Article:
The integration between social care and the NHS was raised by the hon. Member for Crewe and Nantwich (Laura Smith) and my hon. Friend the Member for Central Suffolk and North Ipswich (Dr Poulter). They are absolutely right to do that. I am pleased to say that we are taking very positive steps in that direction. The better care fund, which pulls together funds from the NHS, local government and social care, is working. Ninety three per cent. of local areas believe that the better care fund has improved integrated working between the NHS and social care. We are seeing that in the numbers: social care has freed up more than 1,000 beds a day since the February 2017—a 43% reduction in social care-related delayed transfers of care. I hope hon. Members agree that we are making progress in this vital area.

We heard about the changing demographics in places such as Essex from my right hon. Friend the Member for Witham (Priti Patel) and my hon. Friend the Member for Chelmsford (Vicky Ford). It is absolutely right that in the long term, as we look to a new funding mechanism for local government, capturing those kinds of rapidly changing demographics is something we must get right. We heard from many Members about the pressures on social care. I am determined to work with the sector to find a formula that reflects accurately and transparently what local councils face on the ground, so that all local councils of all stripes can ensure they are funded fairly.

On children’s social care, I want particularly to point out the incredible work that Essex has done. My hon. Friend the Member for Chelmsford put it excellently: we should focus on outcomes, not just the amount of money we pour in. Her council is a shining example of one that does that in children’s social care, displaying innovation, as we heard from my right hon. Friend the Member for Witham. I am pleased to have spent time with Essex County Council. Many councils can and do learn a lot from how Essex has brought down the number of children in need, through a focus on early intervention and prevention.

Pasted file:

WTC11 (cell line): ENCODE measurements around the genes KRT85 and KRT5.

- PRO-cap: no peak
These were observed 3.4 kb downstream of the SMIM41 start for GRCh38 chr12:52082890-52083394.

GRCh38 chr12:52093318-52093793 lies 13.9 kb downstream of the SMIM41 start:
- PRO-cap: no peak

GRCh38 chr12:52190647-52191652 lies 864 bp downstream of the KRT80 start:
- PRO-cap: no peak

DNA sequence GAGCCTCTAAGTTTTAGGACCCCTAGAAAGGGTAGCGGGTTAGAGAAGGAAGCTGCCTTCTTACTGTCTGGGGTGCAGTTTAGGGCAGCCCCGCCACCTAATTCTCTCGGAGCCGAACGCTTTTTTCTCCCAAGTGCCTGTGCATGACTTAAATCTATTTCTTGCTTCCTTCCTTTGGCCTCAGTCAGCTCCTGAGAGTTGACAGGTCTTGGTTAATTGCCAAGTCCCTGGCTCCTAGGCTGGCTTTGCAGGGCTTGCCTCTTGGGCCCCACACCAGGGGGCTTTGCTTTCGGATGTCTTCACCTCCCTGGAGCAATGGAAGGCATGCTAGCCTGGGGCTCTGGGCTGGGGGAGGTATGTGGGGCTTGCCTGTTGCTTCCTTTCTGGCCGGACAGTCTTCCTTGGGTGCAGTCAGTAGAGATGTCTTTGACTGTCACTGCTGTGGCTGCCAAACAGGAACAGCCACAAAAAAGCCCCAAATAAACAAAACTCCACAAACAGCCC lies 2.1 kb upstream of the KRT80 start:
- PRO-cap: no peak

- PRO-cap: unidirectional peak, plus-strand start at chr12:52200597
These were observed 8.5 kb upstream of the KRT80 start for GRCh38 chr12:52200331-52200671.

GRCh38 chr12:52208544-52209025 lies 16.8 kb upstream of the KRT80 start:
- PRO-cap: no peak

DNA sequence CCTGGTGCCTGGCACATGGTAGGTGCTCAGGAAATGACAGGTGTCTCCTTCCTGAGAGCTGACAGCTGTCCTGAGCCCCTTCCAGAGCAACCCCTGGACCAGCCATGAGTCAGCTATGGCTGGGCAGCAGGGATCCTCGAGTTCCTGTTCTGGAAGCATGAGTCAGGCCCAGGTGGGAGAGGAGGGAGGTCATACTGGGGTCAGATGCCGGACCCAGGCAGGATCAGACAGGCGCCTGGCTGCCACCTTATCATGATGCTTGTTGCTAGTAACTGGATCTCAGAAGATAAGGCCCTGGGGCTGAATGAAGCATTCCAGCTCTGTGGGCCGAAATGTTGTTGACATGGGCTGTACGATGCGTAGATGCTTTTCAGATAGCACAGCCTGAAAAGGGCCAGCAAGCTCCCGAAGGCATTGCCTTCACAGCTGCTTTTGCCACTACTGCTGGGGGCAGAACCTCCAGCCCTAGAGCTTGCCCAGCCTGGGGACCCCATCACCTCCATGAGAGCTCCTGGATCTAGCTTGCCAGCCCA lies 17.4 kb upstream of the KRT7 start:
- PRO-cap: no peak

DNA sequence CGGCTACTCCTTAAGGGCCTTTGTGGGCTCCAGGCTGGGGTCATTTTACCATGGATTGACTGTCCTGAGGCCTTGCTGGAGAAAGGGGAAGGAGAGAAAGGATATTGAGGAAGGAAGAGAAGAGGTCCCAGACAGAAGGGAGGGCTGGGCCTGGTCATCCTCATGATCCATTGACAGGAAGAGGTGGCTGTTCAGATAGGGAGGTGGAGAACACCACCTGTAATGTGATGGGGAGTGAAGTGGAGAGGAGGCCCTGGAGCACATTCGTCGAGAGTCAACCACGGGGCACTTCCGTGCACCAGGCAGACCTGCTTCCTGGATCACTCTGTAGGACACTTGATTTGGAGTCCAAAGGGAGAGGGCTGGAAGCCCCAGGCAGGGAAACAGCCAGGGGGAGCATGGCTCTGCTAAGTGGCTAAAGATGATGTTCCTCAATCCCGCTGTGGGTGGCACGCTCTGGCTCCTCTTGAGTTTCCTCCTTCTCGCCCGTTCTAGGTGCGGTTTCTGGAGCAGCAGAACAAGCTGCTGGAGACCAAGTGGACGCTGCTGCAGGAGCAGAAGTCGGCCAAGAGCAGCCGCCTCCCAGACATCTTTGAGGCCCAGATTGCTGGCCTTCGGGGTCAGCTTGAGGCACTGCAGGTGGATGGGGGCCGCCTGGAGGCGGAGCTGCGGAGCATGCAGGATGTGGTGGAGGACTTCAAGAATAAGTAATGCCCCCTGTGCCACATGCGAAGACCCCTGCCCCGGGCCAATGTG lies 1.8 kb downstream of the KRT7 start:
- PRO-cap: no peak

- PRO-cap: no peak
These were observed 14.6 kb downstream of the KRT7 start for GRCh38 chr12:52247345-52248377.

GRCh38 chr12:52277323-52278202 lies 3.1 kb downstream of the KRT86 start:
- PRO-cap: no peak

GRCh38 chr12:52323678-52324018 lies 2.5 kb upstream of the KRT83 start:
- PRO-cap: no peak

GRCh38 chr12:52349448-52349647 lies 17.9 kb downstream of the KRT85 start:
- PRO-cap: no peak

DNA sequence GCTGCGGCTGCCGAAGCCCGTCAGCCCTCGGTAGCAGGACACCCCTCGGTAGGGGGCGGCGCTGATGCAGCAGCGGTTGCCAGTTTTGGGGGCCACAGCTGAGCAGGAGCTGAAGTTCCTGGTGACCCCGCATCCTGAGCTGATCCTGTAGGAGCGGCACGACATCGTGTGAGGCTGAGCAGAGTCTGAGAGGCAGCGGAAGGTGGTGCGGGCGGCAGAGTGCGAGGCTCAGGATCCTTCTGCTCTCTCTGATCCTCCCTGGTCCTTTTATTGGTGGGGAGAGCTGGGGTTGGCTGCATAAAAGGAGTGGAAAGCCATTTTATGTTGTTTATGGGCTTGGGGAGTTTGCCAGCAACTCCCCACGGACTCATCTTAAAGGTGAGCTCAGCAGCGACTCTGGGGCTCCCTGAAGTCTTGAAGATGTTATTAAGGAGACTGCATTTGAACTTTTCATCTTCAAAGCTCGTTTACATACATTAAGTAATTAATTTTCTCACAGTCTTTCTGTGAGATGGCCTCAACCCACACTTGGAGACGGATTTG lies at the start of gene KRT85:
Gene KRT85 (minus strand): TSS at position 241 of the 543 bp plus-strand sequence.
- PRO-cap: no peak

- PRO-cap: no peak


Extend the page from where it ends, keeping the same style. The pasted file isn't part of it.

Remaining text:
The hon. Members for Birmingham, Edgbaston, for York Central (Rachael Maskell), for Leigh (Jo Platt) and for Brighton, Kemptown (Lloyd Russell-Moyle) and others talked about the importance of prevention. I could not agree more with that sentiment. I am a passionate believer that councils can play a valuable role in ensuring that children do not end up in care, and that we can get to problems before they happen. My focus since getting this job has been on the troubled families programme. I am pleased to tell hon. Members that we have been working very hard to robustly understand the value that that programme brings and delivers on the ground in Members’ communities. We will shortly make more announcements about that, and I want to work with all colleagues across the House.

On delayed discharges from care, the Minister is right to say that progress has been made, but the challenge is that many local authorities can no longer co-operate with the NHS in the way they could before, by having embedded social workers in NHS organisations to prevent hospital admissions in the first place. That is a very big challenge, and it is driving up hospital admissions. Although the money may go to the acute sector, it will not prevent people from getting there in the first place. The Minister needs to look at that.

Obviously, I defer to my hon. Friend’s knowledge of the NHS, but I thank him for raising the point and I will make sure we discuss that with colleagues in the Department of Health and Social Care as we design the iterations of the better care fund and related joint working practices.

Prevention is incredibly important. The troubled families programme is back with almost £1 billion of money over this cycle; it works with families facing very difficult circumstances, doing all the work we heard about from hon. Members. I hope they will join me in Parliament to make a strong case for investment in this type of programme for this type of service as we approach the spending review, to demonstrate to everybody what a valuable role those kinds of services and local government can play.